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Students develop a clean-up collaboration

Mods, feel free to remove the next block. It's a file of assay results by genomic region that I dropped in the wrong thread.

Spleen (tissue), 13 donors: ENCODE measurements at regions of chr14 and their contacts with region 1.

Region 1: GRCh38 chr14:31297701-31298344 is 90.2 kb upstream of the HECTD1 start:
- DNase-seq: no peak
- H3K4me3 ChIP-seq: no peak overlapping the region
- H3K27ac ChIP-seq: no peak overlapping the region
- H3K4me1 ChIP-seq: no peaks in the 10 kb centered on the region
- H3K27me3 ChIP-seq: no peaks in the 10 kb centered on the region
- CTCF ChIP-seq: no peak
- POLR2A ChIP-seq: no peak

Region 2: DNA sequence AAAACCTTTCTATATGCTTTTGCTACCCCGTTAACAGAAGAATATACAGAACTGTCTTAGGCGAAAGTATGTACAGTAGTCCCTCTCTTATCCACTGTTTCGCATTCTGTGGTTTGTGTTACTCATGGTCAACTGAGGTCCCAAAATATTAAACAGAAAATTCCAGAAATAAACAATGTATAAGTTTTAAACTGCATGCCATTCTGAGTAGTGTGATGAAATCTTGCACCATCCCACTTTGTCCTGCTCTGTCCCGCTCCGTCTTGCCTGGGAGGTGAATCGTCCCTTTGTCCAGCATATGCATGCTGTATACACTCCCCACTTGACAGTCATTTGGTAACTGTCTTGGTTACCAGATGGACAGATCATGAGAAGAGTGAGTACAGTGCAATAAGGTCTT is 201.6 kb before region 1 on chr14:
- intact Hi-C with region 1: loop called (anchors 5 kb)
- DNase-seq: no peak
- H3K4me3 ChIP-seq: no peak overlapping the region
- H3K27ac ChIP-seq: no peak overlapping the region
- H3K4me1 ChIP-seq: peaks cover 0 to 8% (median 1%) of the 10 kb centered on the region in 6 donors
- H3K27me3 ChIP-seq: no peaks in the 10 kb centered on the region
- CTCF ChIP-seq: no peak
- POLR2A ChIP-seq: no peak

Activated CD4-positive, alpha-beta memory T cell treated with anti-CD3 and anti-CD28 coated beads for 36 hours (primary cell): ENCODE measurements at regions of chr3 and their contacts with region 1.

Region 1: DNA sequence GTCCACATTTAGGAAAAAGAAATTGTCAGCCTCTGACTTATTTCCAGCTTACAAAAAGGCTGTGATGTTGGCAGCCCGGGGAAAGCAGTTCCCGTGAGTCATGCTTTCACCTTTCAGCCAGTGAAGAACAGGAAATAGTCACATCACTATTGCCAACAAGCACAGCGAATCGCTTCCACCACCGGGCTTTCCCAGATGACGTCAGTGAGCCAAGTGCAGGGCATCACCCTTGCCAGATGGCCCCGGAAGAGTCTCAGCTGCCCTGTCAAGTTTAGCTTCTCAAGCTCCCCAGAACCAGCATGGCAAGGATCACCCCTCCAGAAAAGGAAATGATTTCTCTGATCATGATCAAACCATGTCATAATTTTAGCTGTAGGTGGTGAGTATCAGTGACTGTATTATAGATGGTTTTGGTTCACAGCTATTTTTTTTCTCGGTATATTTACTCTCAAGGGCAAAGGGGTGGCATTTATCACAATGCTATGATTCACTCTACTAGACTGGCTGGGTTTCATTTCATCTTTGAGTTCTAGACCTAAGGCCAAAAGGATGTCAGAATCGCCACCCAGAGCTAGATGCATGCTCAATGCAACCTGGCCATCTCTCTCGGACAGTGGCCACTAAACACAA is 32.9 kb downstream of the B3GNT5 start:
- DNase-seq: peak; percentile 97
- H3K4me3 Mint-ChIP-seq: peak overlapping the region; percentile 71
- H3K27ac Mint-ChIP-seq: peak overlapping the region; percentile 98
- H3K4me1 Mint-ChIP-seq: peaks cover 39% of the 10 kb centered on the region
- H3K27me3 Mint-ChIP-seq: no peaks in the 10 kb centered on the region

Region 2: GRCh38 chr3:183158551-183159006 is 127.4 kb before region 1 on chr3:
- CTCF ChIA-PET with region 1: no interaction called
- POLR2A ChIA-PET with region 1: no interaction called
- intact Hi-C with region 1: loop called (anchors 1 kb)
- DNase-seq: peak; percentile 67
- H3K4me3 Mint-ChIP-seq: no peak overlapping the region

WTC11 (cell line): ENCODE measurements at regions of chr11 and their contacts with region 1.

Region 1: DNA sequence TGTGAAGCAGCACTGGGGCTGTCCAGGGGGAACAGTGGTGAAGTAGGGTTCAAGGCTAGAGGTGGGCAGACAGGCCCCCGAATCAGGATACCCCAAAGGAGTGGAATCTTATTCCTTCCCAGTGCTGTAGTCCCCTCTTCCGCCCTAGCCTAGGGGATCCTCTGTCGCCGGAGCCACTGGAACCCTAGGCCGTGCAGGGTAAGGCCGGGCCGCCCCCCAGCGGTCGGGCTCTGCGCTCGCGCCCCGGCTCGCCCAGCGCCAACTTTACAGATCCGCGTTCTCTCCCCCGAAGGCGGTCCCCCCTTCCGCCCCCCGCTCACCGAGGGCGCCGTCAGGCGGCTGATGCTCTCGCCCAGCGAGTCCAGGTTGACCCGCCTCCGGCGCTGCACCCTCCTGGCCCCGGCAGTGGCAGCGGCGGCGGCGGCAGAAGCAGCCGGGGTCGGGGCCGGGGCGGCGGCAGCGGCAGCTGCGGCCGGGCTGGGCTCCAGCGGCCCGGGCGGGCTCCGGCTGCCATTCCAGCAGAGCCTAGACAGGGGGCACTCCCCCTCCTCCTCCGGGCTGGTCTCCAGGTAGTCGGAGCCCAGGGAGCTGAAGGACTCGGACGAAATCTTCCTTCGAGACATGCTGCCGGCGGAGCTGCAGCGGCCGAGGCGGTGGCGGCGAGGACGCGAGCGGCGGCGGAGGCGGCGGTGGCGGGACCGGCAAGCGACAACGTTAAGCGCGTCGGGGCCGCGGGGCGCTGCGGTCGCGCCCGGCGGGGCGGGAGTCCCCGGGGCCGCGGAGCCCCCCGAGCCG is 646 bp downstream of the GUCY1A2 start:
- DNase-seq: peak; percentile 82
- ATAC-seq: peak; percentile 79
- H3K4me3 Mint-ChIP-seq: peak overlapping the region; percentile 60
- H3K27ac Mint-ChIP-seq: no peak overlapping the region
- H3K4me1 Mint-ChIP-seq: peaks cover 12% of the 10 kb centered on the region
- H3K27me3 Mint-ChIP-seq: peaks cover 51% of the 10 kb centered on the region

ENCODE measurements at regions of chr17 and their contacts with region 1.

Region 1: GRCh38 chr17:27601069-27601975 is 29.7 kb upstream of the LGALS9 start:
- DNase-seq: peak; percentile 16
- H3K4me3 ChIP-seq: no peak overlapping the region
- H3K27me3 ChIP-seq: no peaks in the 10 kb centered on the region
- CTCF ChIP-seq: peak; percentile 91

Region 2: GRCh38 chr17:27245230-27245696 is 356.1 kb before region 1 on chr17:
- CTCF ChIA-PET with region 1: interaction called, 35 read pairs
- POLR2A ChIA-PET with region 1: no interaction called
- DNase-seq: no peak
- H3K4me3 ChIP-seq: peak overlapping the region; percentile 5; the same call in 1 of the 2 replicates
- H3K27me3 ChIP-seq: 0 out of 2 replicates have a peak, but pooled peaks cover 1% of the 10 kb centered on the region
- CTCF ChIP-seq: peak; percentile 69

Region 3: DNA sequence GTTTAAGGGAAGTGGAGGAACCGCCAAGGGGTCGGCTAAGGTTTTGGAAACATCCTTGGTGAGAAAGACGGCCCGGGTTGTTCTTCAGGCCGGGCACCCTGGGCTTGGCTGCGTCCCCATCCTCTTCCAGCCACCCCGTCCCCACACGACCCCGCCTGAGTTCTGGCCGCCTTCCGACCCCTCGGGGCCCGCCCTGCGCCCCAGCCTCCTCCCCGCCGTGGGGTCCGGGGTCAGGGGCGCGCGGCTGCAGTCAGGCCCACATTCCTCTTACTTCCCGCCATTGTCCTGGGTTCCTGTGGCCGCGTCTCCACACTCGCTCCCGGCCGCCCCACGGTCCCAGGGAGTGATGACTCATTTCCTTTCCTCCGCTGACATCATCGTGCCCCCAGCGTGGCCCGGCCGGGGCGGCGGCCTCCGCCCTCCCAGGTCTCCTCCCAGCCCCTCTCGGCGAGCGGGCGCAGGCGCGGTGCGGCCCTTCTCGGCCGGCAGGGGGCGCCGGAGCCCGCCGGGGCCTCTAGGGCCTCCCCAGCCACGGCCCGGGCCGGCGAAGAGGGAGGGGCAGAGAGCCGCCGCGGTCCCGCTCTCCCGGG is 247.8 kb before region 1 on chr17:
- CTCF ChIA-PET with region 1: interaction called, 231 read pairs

ROUSES POINT Twelve students, 11 garbage bags and a whole lot of junk add up to a recent school trip taken by students from Rouses Point Elementary Schools Smooth Sailing Mentoring Club. About eight weeks ago, 12 students in grades three through five formed the mentoring club with the goal to increase [their] social and collaborative skills, explained Jennifer Christiansen, a multi-age teacher from the school who heads the club. Christiansen explained teachers from the school chose students based on their behaviors; whether they were positive role models or students who had challenging social problems. These students joined together to help one another have better academic performance, a better attitude towards school, show better teamwork and relationships and also show more self-control and self-esteem, according to a rubric Christiansen follows for the students. To help reach these goals, Christiansen brought the students to Stony Point Road to clean up garbage. That road is actually one of the prettiest roads in the village of Rouses Point, explained Christiansen. Its always been littered and people complain about it, but nothing ever happens. I just figured it would be a beautiful spot to take the kids, she added. It has the lake on one side and the swamp on the other. A nice little ecosystem. The students in the Smooth Sailing Mentoring Club usually meet once a week and work on various projects together. When asked what project they enjoyed most, every student agreed the Stony Point clean-up was their favorite. The students each stated what sort of trash they found along the road, ranging from a bike frame and tires to aerosol cans and propane tanks. One student said, We could probably have filled up another trash bag of cigarette butts. Before I went there, I thought that there wasnt going to be much trash, said fifth-grader Dylan Gladd. But, afterward I discovered a lot of people polluted with dead fish, fishing line, fishing poles, bikes, old pieces of furniture. And that really changed me and now I want to stop pollution in the world. Another student, fifth-grader Celine Houle, expected to only find bottles littering the road, but was surprised by all the other trash she found. I kept thinking to myself, Pollution is a big problem around the world right now and this really isnt helping. [People] are polluting their own earth. Its like theyre killing themselves. Christiansen explained one of the goals the group had to accomplish before heading to Stony Point was to build strong relationships. We had to bond with each other so we could trust each other, get along during the project, she said. Everyone got along. Everyone celebrated everyone else's discoveries. As for the future of the mentoring program, Christiansen said, I would say this year we learned that it is productive, it is positive, and we will move ahead with it next year.

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